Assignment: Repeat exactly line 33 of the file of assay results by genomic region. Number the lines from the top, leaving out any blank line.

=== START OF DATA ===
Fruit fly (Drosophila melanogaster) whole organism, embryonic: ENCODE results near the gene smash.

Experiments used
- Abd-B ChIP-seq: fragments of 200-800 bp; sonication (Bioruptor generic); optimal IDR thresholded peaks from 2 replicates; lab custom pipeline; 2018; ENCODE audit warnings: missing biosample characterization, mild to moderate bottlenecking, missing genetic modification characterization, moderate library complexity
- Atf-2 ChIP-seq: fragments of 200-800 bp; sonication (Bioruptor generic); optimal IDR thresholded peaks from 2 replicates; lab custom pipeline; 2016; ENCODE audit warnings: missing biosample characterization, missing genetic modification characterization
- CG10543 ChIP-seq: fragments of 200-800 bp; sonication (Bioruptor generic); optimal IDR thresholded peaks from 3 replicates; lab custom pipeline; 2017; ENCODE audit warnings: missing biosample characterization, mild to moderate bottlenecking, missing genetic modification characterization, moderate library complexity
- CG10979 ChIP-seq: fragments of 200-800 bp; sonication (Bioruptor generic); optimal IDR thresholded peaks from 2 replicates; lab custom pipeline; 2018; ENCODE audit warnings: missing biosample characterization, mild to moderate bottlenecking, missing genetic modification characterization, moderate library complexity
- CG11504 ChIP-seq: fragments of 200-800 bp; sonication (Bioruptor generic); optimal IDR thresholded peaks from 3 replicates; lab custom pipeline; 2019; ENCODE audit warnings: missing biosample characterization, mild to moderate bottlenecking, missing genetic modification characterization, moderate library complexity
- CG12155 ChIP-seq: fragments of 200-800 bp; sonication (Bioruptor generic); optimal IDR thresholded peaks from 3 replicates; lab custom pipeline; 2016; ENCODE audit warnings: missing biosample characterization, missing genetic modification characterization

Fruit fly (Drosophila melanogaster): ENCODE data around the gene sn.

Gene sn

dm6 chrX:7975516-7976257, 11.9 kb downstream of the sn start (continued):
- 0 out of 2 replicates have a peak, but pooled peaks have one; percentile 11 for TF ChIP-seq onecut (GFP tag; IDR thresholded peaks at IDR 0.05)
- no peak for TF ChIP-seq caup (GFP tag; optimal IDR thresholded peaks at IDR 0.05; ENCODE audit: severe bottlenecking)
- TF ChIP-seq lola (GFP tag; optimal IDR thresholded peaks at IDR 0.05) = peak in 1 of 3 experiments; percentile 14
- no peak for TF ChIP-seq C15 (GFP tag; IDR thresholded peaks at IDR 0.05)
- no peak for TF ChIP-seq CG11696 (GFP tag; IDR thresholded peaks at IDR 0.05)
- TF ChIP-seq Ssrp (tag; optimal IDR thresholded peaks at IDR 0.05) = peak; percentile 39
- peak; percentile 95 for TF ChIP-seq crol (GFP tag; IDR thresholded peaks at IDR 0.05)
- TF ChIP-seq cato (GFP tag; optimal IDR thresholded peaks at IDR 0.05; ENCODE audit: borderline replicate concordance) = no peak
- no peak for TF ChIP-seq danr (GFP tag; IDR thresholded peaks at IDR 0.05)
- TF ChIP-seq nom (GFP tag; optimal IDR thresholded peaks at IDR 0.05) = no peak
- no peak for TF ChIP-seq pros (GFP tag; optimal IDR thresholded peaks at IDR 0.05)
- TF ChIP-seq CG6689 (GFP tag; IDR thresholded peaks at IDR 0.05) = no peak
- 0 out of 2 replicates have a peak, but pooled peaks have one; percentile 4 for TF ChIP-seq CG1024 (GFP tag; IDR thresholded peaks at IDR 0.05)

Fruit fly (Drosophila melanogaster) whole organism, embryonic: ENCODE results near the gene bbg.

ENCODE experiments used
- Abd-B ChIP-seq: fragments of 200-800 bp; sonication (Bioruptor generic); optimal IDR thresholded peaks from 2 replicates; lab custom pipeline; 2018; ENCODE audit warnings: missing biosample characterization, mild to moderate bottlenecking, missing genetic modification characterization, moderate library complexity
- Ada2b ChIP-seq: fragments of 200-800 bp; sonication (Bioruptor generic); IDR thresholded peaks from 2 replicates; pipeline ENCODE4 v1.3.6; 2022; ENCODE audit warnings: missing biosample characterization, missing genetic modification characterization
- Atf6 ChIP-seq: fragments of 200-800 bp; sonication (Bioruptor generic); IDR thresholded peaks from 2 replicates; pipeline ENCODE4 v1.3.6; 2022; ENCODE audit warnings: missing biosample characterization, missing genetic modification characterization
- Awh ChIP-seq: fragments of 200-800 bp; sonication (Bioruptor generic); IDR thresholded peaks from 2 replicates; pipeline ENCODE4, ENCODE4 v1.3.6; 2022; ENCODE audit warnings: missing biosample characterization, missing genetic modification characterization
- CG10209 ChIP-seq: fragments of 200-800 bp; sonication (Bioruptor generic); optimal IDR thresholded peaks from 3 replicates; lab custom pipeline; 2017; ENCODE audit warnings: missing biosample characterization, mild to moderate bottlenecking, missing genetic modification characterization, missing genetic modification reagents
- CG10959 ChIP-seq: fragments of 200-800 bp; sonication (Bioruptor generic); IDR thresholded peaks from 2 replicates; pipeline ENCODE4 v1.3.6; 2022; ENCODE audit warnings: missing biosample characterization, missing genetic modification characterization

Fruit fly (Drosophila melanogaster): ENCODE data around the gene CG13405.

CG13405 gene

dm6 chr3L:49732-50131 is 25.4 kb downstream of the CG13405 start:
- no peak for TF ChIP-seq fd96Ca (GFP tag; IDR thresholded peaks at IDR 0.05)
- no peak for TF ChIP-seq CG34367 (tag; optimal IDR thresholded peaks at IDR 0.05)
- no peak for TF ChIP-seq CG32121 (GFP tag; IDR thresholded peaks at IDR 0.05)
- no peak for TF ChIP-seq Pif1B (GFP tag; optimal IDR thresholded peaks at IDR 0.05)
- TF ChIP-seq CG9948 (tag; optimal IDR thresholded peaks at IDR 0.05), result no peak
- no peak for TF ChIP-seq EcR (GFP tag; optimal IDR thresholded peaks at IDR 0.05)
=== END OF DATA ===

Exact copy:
Fruit fly (Drosophila melanogaster): ENCODE data around the gene CG13405.